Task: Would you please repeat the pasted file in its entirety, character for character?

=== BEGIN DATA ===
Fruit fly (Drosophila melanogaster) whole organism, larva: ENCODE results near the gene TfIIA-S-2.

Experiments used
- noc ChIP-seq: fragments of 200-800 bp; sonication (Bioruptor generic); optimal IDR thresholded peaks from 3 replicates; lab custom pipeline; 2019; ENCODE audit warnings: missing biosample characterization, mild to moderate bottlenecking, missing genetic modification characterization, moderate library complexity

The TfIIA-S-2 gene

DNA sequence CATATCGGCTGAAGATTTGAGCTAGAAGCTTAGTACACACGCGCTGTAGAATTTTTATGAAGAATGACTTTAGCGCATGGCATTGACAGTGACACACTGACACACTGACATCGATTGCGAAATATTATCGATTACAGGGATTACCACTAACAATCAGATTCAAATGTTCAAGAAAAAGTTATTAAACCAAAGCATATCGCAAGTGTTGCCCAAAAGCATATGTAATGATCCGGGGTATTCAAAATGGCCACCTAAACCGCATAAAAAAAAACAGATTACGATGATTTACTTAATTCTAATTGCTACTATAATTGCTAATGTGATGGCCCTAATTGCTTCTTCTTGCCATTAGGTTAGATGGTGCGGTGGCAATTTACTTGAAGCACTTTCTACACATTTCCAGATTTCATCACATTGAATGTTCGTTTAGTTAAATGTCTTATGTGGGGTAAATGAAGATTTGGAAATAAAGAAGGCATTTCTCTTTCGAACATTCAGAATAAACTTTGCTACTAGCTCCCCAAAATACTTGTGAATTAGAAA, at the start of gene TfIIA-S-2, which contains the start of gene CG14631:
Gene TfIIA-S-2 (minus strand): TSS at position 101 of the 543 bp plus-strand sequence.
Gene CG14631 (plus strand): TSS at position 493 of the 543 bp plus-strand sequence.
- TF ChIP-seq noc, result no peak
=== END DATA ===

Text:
Fruit fly (Drosophila melanogaster) whole organism, larva: ENCODE results near the gene TfIIA-S-2.

Experiments used
- noc ChIP-seq: fragments of 200-800 bp; sonication (Bioruptor generic); optimal IDR thresholded peaks from 3 replicates; lab custom pipeline; 2019; ENCODE audit warnings: missing biosample characterization, mild to moderate bottlenecking, missing genetic modification characterization, moderate library complexity

The TfIIA-S-2 gene

DNA sequence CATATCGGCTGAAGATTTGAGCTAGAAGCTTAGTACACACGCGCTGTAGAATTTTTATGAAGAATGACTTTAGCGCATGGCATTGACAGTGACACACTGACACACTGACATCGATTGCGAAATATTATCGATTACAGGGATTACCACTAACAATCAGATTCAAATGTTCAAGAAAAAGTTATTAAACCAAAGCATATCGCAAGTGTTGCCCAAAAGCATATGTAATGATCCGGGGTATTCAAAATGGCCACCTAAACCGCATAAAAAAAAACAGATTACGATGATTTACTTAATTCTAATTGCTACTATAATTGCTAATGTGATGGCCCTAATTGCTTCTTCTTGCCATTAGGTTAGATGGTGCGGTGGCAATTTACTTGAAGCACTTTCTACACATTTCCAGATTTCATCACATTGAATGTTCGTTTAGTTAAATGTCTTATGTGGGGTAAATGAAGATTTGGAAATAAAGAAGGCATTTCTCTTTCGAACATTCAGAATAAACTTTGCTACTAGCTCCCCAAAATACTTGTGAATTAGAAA, at the start of gene TfIIA-S-2, which contains the start of gene CG14631:
Gene TfIIA-S-2 (minus strand): TSS at position 101 of the 543 bp plus-strand sequence.
Gene CG14631 (plus strand): TSS at position 493 of the 543 bp plus-strand sequence.
- TF ChIP-seq noc, result no peak